Over the last week, temperatures got extremely cold for an extended period of time. The eastern half of the state also got hit with a storm. Between the snow and the freezing cold, the birds were struggling to survive and did whatever they had to. In the case of the American Woodcock, it meant shedding some of their shyness and coming out into the open, in numbers, to forage for whatever they could find.
On January 4th and 5th, some chatter about Woodcock started up on the carolinabirds listserve, and then all day on Saturday the 6th, there was talk about the Woodcock coming out into the open, sometimes in groups, on the sides of the roads, and in people’s yards. One lady had 22 of them in her yard at once! Woodcock are typically very hard to find, and when you do, it is usually just a glimpse as they flush and fly away from you quickly. By the end of the day on Saturday, the allure of seeing them just sitting out in the open got too great for me, and I decided this would be a great life bird for me to chase.
I figured that although there were some locations that were a little closer, I might as well go all the way to the Outer Banks since I stand a good chance of getting other life birds besides the Woodcock there. On Sunday, I made a turkey and had a great early family dinner before jumping in the car and driving off to the Outer Banks. I spent the night in a cheap hotel in Kill Devil Hills and woke up very early on Monday. I had been warned by several folks that the Woodcock would disappear as quickly as they had shown themselves, and the freezing temperatures were supposed to end that day. Maybe I over did it, since I arrived at Bodie Island in the dark, and couldn’t see a thing. I drove slowly down the wooded road, trying to peer into the darkness, until the sun started to rise.
You can see all the snow and ice on the ground, something I’ve never seen at the Outer Banks in my few trips there. I still wasn’t seeing birds. so I took a short walk down a trail at the end of the loop.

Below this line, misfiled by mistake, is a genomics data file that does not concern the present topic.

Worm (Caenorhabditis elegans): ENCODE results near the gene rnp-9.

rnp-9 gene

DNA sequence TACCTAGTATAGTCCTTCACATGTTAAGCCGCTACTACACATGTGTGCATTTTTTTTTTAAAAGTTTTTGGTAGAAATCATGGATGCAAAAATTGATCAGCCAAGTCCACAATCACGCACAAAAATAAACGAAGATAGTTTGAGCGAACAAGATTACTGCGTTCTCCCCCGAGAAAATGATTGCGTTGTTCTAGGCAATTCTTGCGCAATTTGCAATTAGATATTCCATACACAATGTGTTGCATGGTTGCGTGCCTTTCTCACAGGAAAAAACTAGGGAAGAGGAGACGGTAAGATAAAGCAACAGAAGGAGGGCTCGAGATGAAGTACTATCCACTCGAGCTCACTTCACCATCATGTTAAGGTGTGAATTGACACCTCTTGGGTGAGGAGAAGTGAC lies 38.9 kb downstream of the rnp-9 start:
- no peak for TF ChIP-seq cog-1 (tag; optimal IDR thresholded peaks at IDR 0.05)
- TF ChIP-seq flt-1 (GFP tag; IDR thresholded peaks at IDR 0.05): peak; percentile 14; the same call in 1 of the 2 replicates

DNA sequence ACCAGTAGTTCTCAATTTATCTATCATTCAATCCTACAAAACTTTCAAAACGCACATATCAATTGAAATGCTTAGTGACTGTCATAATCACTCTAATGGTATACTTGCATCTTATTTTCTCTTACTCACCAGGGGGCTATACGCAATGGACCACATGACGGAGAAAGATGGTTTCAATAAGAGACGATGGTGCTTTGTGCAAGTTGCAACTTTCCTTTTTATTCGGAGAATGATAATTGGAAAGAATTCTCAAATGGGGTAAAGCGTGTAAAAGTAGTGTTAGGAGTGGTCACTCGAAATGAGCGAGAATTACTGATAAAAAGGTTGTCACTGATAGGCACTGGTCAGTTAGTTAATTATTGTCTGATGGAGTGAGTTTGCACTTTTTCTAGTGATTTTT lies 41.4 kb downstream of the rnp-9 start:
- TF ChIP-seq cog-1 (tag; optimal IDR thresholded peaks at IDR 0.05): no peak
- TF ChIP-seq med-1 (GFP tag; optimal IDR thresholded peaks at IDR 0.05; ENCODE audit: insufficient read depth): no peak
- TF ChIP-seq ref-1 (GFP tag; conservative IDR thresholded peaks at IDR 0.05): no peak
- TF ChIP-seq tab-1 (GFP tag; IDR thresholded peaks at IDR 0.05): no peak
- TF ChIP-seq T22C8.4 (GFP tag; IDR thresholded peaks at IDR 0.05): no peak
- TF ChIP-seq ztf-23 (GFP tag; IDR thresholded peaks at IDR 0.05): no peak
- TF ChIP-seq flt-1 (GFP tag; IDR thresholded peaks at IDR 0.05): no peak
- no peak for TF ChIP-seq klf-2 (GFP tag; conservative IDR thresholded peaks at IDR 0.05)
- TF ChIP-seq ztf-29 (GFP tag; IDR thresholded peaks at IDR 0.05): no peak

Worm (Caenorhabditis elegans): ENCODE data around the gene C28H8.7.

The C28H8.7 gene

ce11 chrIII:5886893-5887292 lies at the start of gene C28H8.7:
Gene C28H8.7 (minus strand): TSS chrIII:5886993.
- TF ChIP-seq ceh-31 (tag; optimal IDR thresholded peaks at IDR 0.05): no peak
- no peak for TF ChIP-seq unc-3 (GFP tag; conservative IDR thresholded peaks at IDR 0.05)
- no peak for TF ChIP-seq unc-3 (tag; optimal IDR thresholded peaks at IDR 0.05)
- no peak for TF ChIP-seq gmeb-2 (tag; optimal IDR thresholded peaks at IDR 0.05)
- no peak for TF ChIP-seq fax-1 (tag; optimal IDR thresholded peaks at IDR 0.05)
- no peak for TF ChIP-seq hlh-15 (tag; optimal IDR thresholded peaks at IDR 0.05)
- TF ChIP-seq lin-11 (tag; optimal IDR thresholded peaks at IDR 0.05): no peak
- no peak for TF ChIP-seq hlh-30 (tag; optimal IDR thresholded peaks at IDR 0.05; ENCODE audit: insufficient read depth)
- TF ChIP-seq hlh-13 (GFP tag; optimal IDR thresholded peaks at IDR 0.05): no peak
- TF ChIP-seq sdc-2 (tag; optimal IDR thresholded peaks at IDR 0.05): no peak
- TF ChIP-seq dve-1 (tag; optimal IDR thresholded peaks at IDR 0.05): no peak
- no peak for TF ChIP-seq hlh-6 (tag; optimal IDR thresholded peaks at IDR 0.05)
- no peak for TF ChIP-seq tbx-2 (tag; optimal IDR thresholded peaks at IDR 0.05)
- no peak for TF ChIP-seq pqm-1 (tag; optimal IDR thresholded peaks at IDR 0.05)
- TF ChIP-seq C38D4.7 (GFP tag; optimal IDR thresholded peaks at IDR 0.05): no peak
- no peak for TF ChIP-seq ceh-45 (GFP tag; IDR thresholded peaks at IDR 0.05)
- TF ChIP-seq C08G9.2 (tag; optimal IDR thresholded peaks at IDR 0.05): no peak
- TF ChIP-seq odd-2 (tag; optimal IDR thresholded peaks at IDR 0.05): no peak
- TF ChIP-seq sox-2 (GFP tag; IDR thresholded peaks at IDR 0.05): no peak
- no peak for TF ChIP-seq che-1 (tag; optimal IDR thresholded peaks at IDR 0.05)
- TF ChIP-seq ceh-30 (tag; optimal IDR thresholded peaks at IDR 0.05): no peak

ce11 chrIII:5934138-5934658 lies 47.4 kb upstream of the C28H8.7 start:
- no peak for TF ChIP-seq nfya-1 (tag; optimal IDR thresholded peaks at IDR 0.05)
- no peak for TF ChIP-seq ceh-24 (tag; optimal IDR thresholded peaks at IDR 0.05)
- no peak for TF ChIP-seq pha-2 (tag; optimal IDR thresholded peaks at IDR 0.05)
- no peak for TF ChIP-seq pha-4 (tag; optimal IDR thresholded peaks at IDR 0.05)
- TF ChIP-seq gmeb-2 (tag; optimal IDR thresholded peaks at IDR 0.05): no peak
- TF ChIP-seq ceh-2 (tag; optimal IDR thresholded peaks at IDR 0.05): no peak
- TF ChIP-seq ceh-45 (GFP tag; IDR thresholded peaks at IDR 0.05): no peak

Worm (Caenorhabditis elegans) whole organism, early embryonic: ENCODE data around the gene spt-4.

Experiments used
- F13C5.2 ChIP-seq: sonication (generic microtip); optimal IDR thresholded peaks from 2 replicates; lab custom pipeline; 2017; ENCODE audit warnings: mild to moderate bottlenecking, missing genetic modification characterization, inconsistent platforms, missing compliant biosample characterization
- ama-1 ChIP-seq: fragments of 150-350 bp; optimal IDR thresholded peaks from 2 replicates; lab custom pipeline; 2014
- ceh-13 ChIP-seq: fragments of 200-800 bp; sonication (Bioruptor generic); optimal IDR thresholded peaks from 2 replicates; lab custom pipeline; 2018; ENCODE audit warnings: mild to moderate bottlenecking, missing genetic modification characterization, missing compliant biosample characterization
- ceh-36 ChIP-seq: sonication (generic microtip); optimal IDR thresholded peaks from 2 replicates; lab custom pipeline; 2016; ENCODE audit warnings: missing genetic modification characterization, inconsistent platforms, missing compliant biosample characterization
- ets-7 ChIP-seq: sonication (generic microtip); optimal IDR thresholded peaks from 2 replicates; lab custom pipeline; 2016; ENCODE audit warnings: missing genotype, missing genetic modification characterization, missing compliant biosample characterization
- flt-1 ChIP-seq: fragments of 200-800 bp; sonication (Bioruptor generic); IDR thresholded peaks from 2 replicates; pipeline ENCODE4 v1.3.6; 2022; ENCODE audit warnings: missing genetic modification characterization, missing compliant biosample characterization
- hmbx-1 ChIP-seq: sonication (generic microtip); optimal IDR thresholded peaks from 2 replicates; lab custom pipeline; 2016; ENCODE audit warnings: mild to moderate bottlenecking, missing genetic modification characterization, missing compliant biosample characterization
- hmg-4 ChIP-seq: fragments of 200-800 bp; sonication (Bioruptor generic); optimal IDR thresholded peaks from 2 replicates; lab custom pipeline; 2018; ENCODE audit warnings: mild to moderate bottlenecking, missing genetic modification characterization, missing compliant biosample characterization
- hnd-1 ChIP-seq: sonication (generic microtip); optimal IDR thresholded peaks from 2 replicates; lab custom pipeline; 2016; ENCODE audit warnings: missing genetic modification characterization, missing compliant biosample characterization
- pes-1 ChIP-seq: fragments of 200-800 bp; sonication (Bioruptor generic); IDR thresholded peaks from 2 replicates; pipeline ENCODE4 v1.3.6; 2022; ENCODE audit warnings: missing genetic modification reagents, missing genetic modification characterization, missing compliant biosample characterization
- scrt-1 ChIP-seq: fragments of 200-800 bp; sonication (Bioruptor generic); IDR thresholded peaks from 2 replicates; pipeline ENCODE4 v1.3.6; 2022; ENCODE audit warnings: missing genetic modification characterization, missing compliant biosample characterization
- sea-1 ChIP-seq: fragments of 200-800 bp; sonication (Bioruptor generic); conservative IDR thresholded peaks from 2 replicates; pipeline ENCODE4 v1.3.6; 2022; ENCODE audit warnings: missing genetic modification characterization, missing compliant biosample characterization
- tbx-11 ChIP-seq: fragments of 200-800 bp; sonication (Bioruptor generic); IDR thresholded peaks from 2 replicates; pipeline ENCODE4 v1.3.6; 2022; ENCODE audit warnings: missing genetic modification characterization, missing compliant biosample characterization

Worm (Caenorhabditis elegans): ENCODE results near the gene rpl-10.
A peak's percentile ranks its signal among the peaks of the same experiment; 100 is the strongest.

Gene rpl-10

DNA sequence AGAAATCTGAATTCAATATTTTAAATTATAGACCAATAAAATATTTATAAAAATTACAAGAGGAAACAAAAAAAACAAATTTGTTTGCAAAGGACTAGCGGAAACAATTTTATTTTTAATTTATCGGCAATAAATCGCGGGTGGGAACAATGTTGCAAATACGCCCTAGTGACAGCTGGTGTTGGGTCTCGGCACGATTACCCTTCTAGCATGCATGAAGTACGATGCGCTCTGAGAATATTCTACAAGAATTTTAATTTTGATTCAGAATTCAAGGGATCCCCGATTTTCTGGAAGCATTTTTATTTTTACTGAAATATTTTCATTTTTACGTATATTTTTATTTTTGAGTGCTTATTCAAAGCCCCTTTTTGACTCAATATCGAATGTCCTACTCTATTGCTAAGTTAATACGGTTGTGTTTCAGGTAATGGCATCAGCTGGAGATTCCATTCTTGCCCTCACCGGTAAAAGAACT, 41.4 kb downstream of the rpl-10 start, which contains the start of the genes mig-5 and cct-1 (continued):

There was still not much to see from a bird perspective, and I was starting to get nervous that they wouldn’t come out this morning. Finally, I decided to drive up and down the wooded road again, since the day before woodcock had been reported along its edge. I didn’t get past the first turn before I was rewarded with this.
Success! I sat in the car and took photos for twenty minutes. He seemed to not be bothered with me, and later in the day there were up to five of them sitting in that same spot, seeming like tame birds, and allowing the cars to get very near. It was great to watch these somewhat weird-looking birds at close range.
After that, I met a friendly birder by the lookout into the water, where a large number of waterfowl congregated in holes in the ice. I drive to Pea Island to see more of this, with hundreds of birds sitting in the small unfrozen puddles in the middle of large bodies of water.
Hoping to get a Marsh Wren (a bird I have missed seeing on many trips, despite it not being very uncommon), I went back to Bodie Island and met another group of birders, looking at the woodcock. I struck out on the Marsh Wren, but they were nice enough to lead me over to Oregon Inlet, where I got great looks at a roost of a group of Black-crowned Night Herons.
They were just sitting in the trees off the main parking lot. Not something you see every day!
Afterwards, I stopped at Jeannette’s Pier to see what goodies it might hold. There were not a lot of birds there, but the few that were there were all interesting to see.
The Common Eider, largest duck in the Northern Hemisphere, was not a life bird for me, but I had only seen one before, in the exact same location. Last time it was a female, but this time I got to see a male. This was a great bird to see for the year, but there were also two lifers here for me!
I initially thought this was a female, but after noticing the white on the back and consulting documentation, I realized it was a first year male. A surprise bird as there had not been reports of it before that day.
Greater Scaup are not particularly rare, but they are less common than Lesser Scaup and while it is possible I have seen Greater before, I had never been sure enough to definitively put them into ebird. I verified these with some more knowledgeable folk and am relatively certain these are the greater variety, so I got another life bird.
After cataloging everything else I could find, I headed out. It had been a whirlwind trip, driving out to OBX and back in roughly 30 hours, but it was well worth it. I met some nice people, saw some great birds, and got a bunch of good memories, in exchange for some driving.